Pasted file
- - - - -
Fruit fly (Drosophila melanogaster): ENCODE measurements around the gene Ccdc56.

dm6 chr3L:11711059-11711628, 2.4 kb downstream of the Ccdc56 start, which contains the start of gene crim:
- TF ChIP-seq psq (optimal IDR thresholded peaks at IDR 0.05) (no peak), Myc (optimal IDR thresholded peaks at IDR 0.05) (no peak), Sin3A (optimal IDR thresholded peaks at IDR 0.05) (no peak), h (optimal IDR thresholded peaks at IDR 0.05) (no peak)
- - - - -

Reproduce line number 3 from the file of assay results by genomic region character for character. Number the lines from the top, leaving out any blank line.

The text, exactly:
- TF ChIP-seq psq (optimal IDR thresholded peaks at IDR 0.05) (no peak), Myc (optimal IDR thresholded peaks at IDR 0.05) (no peak), Sin3A (optimal IDR thresholded peaks at IDR 0.05) (no peak), h (optimal IDR thresholded peaks at IDR 0.05) (no peak)